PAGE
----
INDIANAPOLIS — For NASCAR’s drivers, at least, the Brickyard 400 remains one of the Sprint Car Series’ marquee events despite the race’s sliding attendance in recent years.
“It’s the obvious second” in prestige, Clint Bowyer said Friday before practicing for the 20th running of the race Sunday. “It’s the Daytona 500 and then the Brickyard.”
NASCAR estimated that 125,000 spectators attended last year’s race. That’s a sizable crowd but smaller than the 200,000-plus who came to the inaugural Brickyard 400 in 1994 to see the novelty of stock cars racing around the legendary Indianapolis Motor Speedway.
Jeff Gordon won that first race and three other Brickyard 400s. Gordon and his Hendrick Motorsports teammate Jimmie Johnson are the only four-time winners of the race.
“I can’t believe it’s been 20 years,” Gordon said. “To me, that inaugural race really set the precedent for how impressive this facility is, and how prestigious the race was the first year and always will be.”
Amid speculation that the 104-year-old Indianapolis track might one day install lights, one notion for boosting the Brickyard 400’s crowd again is holding the race at night.
“It would be awesome to race here at night,” Gordon said. “I would never want to see the Indy 500 run under the lights. But the Brickyard 400 breaks traditions.”
In the opening practice for this year’s race, Juan Pablo Montoya turned the fastest lap at 185.410 mph on the 2.5-mile, rectangular oval Indianapolis track. Montoya is a former Formula One driver and IndyCar driver — he won the Indianapolis 500 in 2000 — who moved to NASCAR.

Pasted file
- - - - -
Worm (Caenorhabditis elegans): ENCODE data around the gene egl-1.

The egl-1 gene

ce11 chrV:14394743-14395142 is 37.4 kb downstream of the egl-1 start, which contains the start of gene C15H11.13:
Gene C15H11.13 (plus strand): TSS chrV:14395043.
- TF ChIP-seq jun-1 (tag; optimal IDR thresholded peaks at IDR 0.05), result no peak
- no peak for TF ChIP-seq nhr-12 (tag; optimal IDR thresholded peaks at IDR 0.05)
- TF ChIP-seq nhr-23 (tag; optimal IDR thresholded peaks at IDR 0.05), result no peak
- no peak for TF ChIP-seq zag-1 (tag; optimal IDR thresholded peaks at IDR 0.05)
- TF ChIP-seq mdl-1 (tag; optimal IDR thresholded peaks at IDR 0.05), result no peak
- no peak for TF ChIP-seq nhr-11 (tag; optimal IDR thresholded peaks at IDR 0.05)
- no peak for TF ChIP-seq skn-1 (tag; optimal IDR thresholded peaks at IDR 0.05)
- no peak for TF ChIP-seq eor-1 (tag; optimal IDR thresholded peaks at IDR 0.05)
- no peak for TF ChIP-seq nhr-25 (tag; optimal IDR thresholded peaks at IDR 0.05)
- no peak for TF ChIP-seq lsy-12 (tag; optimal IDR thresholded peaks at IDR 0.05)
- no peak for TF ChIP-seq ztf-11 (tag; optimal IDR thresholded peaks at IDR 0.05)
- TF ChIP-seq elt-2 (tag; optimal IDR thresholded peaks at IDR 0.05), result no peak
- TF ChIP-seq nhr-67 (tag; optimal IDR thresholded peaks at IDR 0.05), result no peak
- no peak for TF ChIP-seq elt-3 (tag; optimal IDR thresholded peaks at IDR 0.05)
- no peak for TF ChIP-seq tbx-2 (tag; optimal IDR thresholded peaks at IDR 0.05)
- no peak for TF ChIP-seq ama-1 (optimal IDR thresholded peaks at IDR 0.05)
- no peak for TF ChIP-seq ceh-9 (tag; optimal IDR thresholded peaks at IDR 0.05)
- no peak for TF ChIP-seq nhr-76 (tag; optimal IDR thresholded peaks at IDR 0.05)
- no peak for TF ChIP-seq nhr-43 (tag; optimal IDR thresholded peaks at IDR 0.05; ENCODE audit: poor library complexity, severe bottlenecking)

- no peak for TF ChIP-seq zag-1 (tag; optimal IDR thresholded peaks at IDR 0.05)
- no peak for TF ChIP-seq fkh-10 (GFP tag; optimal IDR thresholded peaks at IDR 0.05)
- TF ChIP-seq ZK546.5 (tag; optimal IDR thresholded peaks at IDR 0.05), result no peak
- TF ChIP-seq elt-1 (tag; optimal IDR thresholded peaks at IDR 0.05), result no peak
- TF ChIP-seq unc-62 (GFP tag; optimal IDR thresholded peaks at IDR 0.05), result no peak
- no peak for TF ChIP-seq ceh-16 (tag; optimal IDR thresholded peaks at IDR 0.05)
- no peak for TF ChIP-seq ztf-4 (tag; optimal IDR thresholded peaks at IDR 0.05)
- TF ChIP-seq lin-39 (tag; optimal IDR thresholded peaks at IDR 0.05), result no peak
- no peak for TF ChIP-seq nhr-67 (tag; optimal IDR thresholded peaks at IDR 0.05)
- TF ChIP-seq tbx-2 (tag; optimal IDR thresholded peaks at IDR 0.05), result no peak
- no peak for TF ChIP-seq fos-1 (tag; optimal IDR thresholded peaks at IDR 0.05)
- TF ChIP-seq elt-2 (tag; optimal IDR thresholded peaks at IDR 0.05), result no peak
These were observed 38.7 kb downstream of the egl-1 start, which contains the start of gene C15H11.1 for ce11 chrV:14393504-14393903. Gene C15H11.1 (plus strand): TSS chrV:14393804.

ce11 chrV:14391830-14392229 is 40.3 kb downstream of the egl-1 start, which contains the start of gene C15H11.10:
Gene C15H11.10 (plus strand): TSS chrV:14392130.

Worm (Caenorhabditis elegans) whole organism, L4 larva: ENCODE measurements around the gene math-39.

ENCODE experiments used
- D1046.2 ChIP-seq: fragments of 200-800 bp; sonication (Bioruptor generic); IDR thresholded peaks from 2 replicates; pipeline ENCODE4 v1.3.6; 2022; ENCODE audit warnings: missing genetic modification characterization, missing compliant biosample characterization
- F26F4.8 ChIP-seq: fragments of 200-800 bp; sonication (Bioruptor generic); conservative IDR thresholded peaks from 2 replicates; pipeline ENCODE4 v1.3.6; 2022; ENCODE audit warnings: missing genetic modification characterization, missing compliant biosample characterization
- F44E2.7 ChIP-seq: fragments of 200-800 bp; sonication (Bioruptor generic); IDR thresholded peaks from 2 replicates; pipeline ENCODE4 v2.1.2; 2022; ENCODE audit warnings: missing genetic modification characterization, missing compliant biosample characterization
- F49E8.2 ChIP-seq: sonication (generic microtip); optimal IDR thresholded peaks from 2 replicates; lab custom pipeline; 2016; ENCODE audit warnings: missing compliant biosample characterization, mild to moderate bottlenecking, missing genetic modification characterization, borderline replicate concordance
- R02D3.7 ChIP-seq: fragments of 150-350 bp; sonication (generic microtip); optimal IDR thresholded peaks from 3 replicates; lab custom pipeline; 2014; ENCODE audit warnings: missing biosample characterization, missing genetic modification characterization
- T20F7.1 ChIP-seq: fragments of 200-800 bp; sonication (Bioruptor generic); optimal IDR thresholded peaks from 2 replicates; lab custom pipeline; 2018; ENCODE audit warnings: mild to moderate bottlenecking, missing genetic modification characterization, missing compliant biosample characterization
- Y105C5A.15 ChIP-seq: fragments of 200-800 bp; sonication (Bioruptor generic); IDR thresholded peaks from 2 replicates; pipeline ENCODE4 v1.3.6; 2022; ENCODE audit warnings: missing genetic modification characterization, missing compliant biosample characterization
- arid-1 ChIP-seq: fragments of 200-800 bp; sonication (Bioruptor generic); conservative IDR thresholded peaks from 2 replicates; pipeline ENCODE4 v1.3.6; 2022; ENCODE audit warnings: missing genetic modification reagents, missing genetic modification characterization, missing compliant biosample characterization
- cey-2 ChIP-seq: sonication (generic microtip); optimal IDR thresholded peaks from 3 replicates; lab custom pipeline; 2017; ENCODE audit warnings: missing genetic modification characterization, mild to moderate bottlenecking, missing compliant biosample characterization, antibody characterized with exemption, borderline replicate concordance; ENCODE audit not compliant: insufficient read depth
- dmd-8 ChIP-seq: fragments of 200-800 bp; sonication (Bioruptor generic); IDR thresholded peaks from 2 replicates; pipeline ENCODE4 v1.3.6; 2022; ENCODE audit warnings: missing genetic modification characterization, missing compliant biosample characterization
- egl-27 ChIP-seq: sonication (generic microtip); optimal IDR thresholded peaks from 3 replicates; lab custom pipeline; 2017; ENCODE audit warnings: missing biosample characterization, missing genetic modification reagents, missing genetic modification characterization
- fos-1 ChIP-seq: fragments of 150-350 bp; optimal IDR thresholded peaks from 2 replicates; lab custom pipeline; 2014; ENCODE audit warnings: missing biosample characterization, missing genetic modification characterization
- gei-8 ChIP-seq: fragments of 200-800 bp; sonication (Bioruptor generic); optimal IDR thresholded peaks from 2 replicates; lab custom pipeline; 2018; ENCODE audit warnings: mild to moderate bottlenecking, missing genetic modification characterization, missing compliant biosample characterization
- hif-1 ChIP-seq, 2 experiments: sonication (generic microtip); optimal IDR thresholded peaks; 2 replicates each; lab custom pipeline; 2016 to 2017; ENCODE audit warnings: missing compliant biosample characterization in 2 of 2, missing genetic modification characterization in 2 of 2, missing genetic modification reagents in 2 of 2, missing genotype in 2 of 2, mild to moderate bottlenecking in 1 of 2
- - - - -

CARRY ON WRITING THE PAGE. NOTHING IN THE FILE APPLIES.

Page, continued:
After Montoya, the next fastest drivers in the practice session were Kurt Busch, Austin Dillon and Paul Menard, whose only Cup victory was the Brickyard 400 in 2011.
The weather was unusually mild for Indiana in late July, with temperatures in the upper 70s. The final practice and qualifying to set the 43-car field is today.
Practice sessions aren’t necessarily reliable indicators of a car’s strength. They’re often used by teams to test various car setups for the race and qualifying.
Nevertheless, other notable names on Friday’s speed chart included Kevin Harvick (seventh-fastest), Dale Earnhardt Jr. (10th) and Kyle Busch (11th). Johnson was 13th followed by Bowyer at 14th, Gordon at 21st and Tony Stewart at 25th.
Danica Patrick, who first gained fame as an IndyCar driver at Indianapolis before she also migrated to NASCAR, was 37th with a best lap of 175.610, nearly 10 mph slower than Montoya.
Earnhardt said Johnson, a five-time champion who has four wins this season and again leads the Cup standings, “will be fast, as usual,” in Sunday’s race.
“Greg Biffle runs well here,” Earnhardt said. “You’ve got to expect Kyle (Busch) to be competitive. Kasey (Kahne) will probably be quick. The usual players, but definitely we’ll be watching Jimmie.”